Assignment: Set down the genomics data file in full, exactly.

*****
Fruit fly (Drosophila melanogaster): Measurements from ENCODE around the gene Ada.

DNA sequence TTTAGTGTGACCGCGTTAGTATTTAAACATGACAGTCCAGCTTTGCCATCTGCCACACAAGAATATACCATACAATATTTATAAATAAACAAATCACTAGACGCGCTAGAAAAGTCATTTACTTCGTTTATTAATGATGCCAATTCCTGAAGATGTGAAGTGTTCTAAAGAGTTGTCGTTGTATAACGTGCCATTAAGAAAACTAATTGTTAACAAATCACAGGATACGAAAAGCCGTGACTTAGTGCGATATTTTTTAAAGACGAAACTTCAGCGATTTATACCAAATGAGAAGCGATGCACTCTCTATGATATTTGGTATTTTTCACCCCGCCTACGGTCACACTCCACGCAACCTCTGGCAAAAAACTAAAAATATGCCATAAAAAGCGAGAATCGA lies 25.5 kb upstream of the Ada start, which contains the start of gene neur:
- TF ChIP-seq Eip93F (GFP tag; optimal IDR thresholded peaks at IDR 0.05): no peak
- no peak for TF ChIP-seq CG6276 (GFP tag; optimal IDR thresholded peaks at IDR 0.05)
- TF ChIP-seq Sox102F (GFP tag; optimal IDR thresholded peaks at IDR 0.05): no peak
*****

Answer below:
Fruit fly (Drosophila melanogaster): Measurements from ENCODE around the gene Ada.

DNA sequence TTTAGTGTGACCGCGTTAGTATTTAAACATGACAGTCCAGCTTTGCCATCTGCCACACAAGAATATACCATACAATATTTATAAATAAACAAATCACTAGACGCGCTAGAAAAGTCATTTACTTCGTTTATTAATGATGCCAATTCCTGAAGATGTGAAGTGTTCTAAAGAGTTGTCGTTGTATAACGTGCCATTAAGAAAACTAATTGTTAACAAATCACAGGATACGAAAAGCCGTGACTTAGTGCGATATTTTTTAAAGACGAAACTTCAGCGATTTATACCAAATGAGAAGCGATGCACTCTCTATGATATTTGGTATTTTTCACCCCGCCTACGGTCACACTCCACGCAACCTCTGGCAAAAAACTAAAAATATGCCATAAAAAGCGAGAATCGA lies 25.5 kb upstream of the Ada start, which contains the start of gene neur:
- TF ChIP-seq Eip93F (GFP tag; optimal IDR thresholded peaks at IDR 0.05): no peak
- no peak for TF ChIP-seq CG6276 (GFP tag; optimal IDR thresholded peaks at IDR 0.05)
- TF ChIP-seq Sox102F (GFP tag; optimal IDR thresholded peaks at IDR 0.05): no peak